My mother’s tombstone, near the top of Dexter Hill, reads “GOD IS GOOD.”
Mom chose those words herself. It was something my mom said a lot, waiting for the words we knew to reply with: “All the time.”
I’m not sure where Mom picked that up. That informal bit of liturgy is more of a black church thing and definitely not something we heard at the nearly all-white fundamentalist Baptist church we attended. She might’ve heard it back when she was a young teacher in Trenton. Or maybe from the folks at Bread of Life, the storefront black Pentecostal church and ministry and community center that ran the baseball league I played in for most of my childhood. Or maybe from the parents of some of her students at Timothy Christian School. I don’t know.
But wherever she got it from, Mom loved to recite that even, or especially, when other things didn’t seem so good. She’d say it when we got stuck in Jersey traffic. Or when her Ford Escort refused to start. Or after a troubling call on the telephone prayer chain she ran with the other ladies from church.
It was what she said when she first went to the doctors because she was having headaches and trouble with her handwriting. And what she said when the doctors told her that she had glioblastoma multiforme, and that she wouldn’t be getting better and she wouldn’t survive it.
“God is good,” she said, waiting until we answered. “All the time.”
My mom died in 2003, just a few weeks after hanging on to see the birth of her fourth grandchild, a boy my sister named “Tobias.” That name means, roughly, “God is good.”
My mother’s tombstone now marks the graves for both of my parents and so it seems that Mom gets the last word in the lifelong theological dialogue she’d had with my dad. He was very much a Calvinist, and so “God is good” was never quite the first thing or the last thing he wanted to say about God. He wanted to say, rather, that “God is holy.”
That doesn’t quite mean that Dad disagreed with Mom’s belief in God’s paramount goodness, but …
You see, there was always a but. God’s holiness butted into everything.
God is good, but God is holy. God loves you, but God is also holy.
This divine attribute of holiness, whatever it meant, was understood as something distinct and separate from God’s other, less consequential attributes. Holiness was distinct from goodness, distinct from love, or mercy, or justice, or patience, or presence. And it often seems to be — for my dad as for so many of his fellow Calvinist believers — something almost opposed to those other attributes.
He wouldn’t have wanted to say that, or to state it quite so tactlessly, but this sense of opposition was clear in all of those “buts.” It was clear in the way that God’s paramount holiness was always invoked as a qualifier — a boundary or limit to anything else that might also be secondarily true of this Holy Holy Holy God.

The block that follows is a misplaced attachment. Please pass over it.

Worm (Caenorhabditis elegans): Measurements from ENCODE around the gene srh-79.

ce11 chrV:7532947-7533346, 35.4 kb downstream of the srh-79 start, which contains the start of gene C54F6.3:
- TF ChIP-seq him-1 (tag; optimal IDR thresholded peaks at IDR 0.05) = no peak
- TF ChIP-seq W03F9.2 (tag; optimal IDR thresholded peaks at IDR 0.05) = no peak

So I think there was always this subtle, subtextual, unspoken conversation or argument going on between my parents. My mother believed, above all, that God is good. She also believed, to be sure, that God is holy, but whatever that might mean, it needed to be understood as part of God’s overarching, overall, unfailing goodness. And for Dad, I think, it was the other way around. He believed, above all, that God is holy. He also believed, as much as that permitted him to, that God is good. But whatever God’s goodness might mean, for Dad it had to be understood as part of God’s overarching, overall, unflinching holiness.
I was always with Mom on this one. If “holiness” meant something other than and apart from goodness — something distinct and separate from good or loving or just or merciful, something that always needed to be reintroduced with a “but,” something that qualified and limited and constrained all those other good things — then it seemed to me such an understanding of “holiness” was unwholesome and, ultimately, unholy.
This is where my dad and my brother and the many other wonderful people I know who subscribe to some shade of Reformed or Calvinist theology would insist that I just need a better, deeper understanding of what they mean by God’s holiness — an attribute always inextricably bound up with mass damnation and eternal torment, but which they always assert, in ways they’re unable to articulate briefly, is somehow better than good. “You need to read …” they’ll say, before listing some of the many, many tomes in the exhaustive syllabus they’re sure would convince me of this.
But no thanks. I don’t need or want to do all of that homework in the hopes that it might convince me, at long last, that God is not as bad as it seems. I take that as a starting point, not as the tormented, tenuous conclusion based on years of dense and difficult study parsing dense and difficult texts.
This was, after all, something I learned a long time ago from my mother. God is good.
That is, for me, the first word and the last. And so I’m pleased that my mom, for once, also got the last word in her long-running argument with the husband she loved. “GOD IS GOOD” it says there on Dexter Hill. No buts. No qualifications. No boundaries or limits. It’s carved there in stone. All the time.